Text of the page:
I shutter to think about how they will speak of us in another thousand years. I have visited beaches in the lovely Oslo Fjord where the sand and gravel appear equally mixed with plastic particles, some large, some small, all on their way to becoming smaller but never going away.

Near my Iowa home is a nuclear power plant. Its deadly waste may outlive humanity, “temporary” storage on the grounds is common. People complain about nuclear waste and wonder why there is no permanent storage. Seems like logic should have necessitated building the storage before creating the predictable waste. A moot point.

Short-term and long-term futures are at hand. Too many of our modern day emperors and their democratic shadows have robbed themselves in ideologies that defy science or even their own rhetoric. Donald Trump claims that Global Warming is nonsense yet tried to build a seawall to protect his golf course from just that effect. Norwegians bemoan the fouling of the ocean with trash and yet continue to pump petroleum that gets turned into little gelato spoons and all things plastic. Governor Branstad says Iowa water quality is a source of pride, his Secretary of Agriculture (and land stewardship) claims voluntary efforts are working and the water is getting better. The Iowa Department of Natural Resources issued a warning to boaters and swimmers: expect a record year for toxic bluegreen algae.


Quotes of beatitudes abound, “‘Leave no trace,’ ‘First, do no harm,’ ‘Treat your Mother well,'” etc. We need expressions that dig more sharply at our modern ego-centrism. My submission: Do you want to visit this place in 1,500 years to be impressed?

Looking up, looking ahead, and keeping my pencil sharp.

The Sunday Nature Call, Uke 22: Frivannsliv

A brief entry for the week. I have been hosting company so my time for long narrative was unavailable. Not a strong excuse but that’s the one I’m going with.  A friend helped me with this week’s non-bird, tusen takk Andy.

New birds:0, Journey to date: 70

Kjempemessig Norske Rødnebb (Norske rubrumphalus rex)



Poetry for high sun and cold water; or, Frivannsliv



A haiku

What makes a Viking?

rain, cod, pines, sheep, fjords, and rye

Swim the cold water


A limerick

Strømsdammen so fresh so cold

From the shore, it’s easy to be bold

One foot, two foot, start to go numb

Then plunge right in, ain’t it fun

I went for a swim, you have been told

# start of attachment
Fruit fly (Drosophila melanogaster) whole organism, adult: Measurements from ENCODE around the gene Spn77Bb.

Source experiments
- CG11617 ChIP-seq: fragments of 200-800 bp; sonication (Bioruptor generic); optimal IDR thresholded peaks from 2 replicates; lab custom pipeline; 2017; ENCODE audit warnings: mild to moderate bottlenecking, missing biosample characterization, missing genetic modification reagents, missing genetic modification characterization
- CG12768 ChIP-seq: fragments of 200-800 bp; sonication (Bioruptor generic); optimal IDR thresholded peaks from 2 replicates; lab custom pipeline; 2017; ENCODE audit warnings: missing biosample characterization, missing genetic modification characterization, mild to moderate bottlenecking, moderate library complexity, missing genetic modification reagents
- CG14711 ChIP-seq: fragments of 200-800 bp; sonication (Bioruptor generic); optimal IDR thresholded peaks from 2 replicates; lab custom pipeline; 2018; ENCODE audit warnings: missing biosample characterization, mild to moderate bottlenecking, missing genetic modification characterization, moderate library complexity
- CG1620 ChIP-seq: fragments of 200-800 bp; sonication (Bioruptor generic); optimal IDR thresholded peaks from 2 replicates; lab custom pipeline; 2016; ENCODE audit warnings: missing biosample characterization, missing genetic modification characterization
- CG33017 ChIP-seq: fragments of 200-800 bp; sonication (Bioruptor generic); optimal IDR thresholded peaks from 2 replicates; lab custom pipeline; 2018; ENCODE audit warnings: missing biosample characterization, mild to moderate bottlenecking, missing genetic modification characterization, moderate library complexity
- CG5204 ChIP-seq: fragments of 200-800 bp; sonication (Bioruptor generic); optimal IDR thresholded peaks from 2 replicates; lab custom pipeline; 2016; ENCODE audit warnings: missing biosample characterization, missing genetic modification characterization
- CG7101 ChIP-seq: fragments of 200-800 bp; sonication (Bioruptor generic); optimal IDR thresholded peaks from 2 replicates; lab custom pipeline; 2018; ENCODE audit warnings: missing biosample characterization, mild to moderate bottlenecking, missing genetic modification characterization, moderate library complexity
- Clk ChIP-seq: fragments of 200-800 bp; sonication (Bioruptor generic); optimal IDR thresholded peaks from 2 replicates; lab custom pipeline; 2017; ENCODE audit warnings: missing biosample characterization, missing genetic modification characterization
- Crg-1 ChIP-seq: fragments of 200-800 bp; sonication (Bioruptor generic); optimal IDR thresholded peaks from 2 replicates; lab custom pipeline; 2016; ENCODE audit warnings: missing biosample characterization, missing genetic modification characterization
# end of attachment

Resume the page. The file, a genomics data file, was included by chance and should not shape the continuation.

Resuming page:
Looking up, looking ahead, and keeping my pencil sharp.


The Sunday Nature Call, Uke 20; Squirrel!

A happy mistake, thank you Bob Ross. In reviewing my bird list I noticed an absence, the ubiquitous Kråke. The Kråke could be mistaken for the official bird of Norway, he’s everywhere and pretty darn smart. After my revelation, I first re-noticed him on the grounds at Constitution Hall in Eidsvoll. It must have been a sign.

New birds:2, Journey to date: 70

Steinskvett (Oenanthe oenanthe)

Kråke (Corvus corone cornix)



The auburn hair was gorgeous on the green backdrop. Alas, I was too slow to steal the vision with a click of my camera, that is a sight I will commit to memory. As my subject tried to hide behind a screen of spruce branches I waited. Which means I started thinking. And I thought about the pretty white flowers I had just passed. I tried to console myself for not taking pictures of the flowers. “Maybe I’ll see some more further on,” I thought.IMG_1543

And then it hit me, I could just do that now. So, I backtracked up the hill to the flowering bushes, I gave myself permission. That’s a common issue for me, it always has been: permission to deviate from the path, literally or figuratively. Something tells me that you have also struggled with that a time or too. Human, aren’t we all.

The distances of the walls in the apartment were shrinking and the ceiling was dropping. I was feeling pressure, distress, and a swelling anxiety. My mind was flipping between topics and emotions. In our house we use “Squirrel!” as an expression for when someone is jumping between topics, perseverating, or explosively distracted. I was under attack.

The internet wasn’t helping, it never does. In fact, I think the internet just makes my feelings of dread worse. It’s not even all the bad news I consume in my steady diet of journalism from around the world. I think a key source of anxiety from using the internet is that the internet has no end. There’s always one more link to click or site to visit. The refresh button dangles the lure of an update. For me to escape it’s best to go to the woods.

The woods on this day were dampened and lush. The uncharacteristic dry spell finally ended, I really was missing the rain. Drops from the sky and drops from the trees helped to muffle the noise of a capital city. I was getting wet but I wouldn’t call it rain. No, after all this time in Norway, I limit my descriptions of rain to firehose events.

Of course I was looking for a new bird but this jaunt was more about just getting out and clearing my mind than tracking down a new feathered friend. To just walk, slowly and quietly, and see what I could see, that was the goal.